TWO Senior Advocates of Nigeria (SANs) Mike Ozekhome and Femi Falana on Tuesday disagreed over lawyers’ response to the removal of immediate-past Chief Justice of Nigeria (CJN) Justice Walter Onnoghen.
The duo spoke during Rule of Law Session of the ongoing Nigerian Bar Association (NBA) Annual General Conference (AGC) at the Eko Hotel and Suites in Lagos.
O April 19, the Code of Conduct Tribunal (CCT) convicted Justice Onnoghen on the infractions noticed in his assets declaration documents and for failing to reveal the money he kept in foreign bank accounts.
His suspension over the charges pending trial by President Muhammadu Buhari in January, weeks before the presidential election, caused a political storm within the legal community.
Senator Enyinnaya Abaribe, who was one of the panelists at the NBA event, stirred the controversy with his comment on the Justice Onnoghen saga.
According to him, the NBA failed the former CJN when the Federal Government eased him out of office.
The lawmaker, representing Abia South Senatorial District, alleged that some persons hid a judgment that invalidated the Federal Government’s power to oust Justice Onnoghen, only to bring the judgment out after his ouster.
Abaribe said: “I’m going to pose just one question to the NBA on the basis of some, I would say, facts.
“One, you cannot be a judge without being a lawyer. Am I correct? You cannot be an attorney-general without also being a lawyer.
“What that means is simple: this group of learned people, you are the only ones that have one arm of government and a critical arm of the executive, so, you have the judiciary as one arm, then you have the ministry of justice which is also peopled by lawyers, whether at the state or at the federal level.
“The question we ask, with due apologies to Wole Soyinka in The Bar Association: Tiger, where is your tigritude?”
Explaining the reason for his question, he said: “We find the Bar Association blowing very mute trumpets when the judiciary is under pressure and I can say that in the matter of Onnoghen, what happened? We waited for the Bar Association, (but) nothing happened. We waited for the Attorney-General’s office, nothing happened. And everybody was looking at us (senators).
“What we were waiting for, the law is very clear: you cannot remove a Chief Justice without coming to the Senate. Yet, it happened, and nothing happened.”
On allegations that senators get fat salaries, the senator said: “On the Senate pay, I can be very, very specific… Every office has an overhead, the National Assembly office is the only office where people add the overhead to your legitimate pay and say that that is your pay.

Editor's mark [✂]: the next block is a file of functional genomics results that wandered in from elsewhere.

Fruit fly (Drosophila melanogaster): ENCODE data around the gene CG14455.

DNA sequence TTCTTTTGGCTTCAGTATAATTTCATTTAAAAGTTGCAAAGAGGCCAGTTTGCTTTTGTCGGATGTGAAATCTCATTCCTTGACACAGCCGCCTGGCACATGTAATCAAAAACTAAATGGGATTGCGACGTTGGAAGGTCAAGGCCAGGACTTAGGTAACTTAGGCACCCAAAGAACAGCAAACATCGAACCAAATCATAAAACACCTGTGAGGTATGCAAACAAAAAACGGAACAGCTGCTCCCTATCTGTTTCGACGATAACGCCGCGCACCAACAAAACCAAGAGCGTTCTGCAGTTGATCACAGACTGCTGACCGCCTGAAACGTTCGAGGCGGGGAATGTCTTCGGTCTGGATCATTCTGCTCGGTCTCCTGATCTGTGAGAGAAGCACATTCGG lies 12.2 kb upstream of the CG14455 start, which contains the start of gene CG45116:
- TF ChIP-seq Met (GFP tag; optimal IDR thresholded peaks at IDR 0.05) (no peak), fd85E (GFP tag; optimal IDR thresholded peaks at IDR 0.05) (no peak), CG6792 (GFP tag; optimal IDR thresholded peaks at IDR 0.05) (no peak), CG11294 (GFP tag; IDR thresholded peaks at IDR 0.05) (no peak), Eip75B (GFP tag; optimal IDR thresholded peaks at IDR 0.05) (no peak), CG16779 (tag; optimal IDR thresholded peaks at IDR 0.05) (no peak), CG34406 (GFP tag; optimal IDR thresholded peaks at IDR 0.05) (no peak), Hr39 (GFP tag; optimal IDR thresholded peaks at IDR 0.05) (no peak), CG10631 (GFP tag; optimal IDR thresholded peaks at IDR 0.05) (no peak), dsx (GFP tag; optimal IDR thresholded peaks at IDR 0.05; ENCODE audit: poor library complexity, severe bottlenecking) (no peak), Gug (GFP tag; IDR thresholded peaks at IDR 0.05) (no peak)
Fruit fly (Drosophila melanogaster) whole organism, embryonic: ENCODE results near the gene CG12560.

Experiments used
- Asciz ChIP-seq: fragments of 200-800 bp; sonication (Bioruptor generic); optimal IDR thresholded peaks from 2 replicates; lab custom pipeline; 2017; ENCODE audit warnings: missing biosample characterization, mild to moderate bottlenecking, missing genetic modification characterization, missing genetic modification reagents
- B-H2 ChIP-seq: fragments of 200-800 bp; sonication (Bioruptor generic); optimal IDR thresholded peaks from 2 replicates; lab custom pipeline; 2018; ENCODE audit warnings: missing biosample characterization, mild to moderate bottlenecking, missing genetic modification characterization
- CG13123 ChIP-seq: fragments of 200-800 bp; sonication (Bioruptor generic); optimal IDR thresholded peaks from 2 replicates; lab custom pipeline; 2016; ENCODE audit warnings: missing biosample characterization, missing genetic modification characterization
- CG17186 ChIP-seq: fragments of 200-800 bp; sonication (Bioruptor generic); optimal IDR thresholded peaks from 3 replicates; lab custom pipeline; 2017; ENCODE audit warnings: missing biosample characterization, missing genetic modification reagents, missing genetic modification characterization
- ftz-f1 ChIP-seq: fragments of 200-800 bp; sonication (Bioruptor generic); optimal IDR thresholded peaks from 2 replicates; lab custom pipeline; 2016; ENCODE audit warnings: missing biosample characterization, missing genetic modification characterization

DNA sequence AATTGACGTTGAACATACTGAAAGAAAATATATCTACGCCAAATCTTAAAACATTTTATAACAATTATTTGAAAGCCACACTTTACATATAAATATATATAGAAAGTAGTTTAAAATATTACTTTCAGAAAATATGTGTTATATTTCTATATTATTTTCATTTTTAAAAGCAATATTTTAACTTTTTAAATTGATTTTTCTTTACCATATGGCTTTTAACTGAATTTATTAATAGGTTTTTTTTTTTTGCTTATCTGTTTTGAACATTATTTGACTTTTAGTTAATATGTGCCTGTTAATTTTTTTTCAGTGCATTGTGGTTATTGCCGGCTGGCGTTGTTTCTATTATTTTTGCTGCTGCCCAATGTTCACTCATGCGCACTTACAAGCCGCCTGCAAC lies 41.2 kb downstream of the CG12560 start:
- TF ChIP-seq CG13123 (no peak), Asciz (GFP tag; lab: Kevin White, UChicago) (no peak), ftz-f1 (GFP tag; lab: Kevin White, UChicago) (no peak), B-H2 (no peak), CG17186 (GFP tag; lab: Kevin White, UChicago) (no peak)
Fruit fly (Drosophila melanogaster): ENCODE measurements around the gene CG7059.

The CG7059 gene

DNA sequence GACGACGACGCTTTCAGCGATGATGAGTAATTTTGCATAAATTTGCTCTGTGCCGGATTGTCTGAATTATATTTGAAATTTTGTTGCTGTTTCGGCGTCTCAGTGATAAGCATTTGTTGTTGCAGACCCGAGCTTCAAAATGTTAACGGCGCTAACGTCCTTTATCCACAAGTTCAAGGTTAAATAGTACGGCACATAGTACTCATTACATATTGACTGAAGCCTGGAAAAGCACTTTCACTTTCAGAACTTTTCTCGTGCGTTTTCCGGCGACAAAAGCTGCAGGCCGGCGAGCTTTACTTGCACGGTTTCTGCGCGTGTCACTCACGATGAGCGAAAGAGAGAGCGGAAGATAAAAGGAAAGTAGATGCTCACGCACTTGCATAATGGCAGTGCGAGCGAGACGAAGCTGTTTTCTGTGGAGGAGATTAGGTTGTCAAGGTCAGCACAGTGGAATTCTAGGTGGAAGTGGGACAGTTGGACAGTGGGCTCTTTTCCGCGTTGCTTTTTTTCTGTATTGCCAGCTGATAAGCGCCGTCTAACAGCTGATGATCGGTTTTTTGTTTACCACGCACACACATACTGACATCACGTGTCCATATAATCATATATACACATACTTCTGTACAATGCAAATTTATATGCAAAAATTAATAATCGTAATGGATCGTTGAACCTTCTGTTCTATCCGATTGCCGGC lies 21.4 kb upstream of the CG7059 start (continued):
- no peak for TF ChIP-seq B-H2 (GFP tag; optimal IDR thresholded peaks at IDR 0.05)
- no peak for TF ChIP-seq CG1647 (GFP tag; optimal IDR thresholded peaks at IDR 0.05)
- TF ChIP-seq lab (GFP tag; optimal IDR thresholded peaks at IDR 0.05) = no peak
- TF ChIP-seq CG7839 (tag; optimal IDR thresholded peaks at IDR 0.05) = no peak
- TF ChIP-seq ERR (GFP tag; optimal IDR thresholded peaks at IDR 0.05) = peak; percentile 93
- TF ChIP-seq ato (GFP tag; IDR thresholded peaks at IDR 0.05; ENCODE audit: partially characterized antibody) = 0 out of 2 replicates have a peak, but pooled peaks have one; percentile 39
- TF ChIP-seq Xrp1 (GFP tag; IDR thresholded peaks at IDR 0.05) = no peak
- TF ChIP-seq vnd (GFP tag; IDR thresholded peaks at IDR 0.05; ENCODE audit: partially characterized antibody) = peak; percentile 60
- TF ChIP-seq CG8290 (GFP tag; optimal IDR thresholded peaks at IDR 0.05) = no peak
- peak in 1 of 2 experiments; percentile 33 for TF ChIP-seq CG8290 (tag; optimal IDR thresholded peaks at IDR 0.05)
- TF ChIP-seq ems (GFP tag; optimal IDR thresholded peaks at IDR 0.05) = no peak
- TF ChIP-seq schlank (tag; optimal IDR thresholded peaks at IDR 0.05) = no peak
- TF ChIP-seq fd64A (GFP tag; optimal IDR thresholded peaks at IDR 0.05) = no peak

“We do not know what the overhead of a minister is. Nobody has ever said that a minister who can travel with 100 aides on the account of the ministry, we don’t say that the ministry’s money is that minister’s money.”
He challenged the audience to compare the Nigerian senators’ pay to their United States’ counterparts.
“When you do that, you will find out that we are not earning too much money.”
Responding to Abaribe’s remarks on Justice Onnoghen’s sack, Ozekhome berated lawyers for not doing enough to protest Justice Onnoghen’s prosecution and conviction.
According to him, lawyers could have taken to the streets the way lawyers in Pakistan did when former President Pervez Musharaf “unconstitutionally” removed the country’s Chief Justice.
Ozekhome said: “Is there anything wrong with lawyers – since members of the Bench are defamed and they cannot protest by themselves – (adopting) the kind of role we saw lawyers did on 9th of March, 2007, when they went on the streets in Pakistan and shut down the entire country because President Pervez Musharaf removed unjustly and unconstitutionally Mohammed Musharaf, the late Chief Justice. Can’t we do more than we have done?”
But Ozekhome got a sharp reply from activist-lawyer Falana, who reminded him that the Pakistani CJ was not unlawfully removed under a cloud of unexplained wealth, just like Onnoghen.
Falana said: “In Pakistan, the Chief Justice then was not removed for corruption. Can the NBA morally go to the streets to fight for judges who have millions that they cannot account for?”
The audience erupted in applause.
When the din subsided, Falana turned on panel chairman Olisa Agbakoba, SAN, and questioned his commitment to human rights causes.
He said: “You and I, Olisa – I think that was the point Senator Abaribe was making – in the 80s, we were on the streets to fight for democracy and the rule of law and human rights. Senator Abaribe is asking you: what has happened, Olisa Agbakoba?”
The audience erupted again.
Agbakoba, who was moderating the session, gave him an instant reply.
He said: “Femi, I can tell you what has happened. You want to know? I am a grandfather.”
The session, which was attended by thousands of lawyers, including NBA President Paul Usoro (SAN) and other NBA executive council members, featured Justice Obande Ogbuinya of the Court of Appeal, International Bar Association (IBA) President Horacio Neto; Mr Stephen Craig QC of the Bar of Human Rights Committee of England and Wales among others, as panelists.
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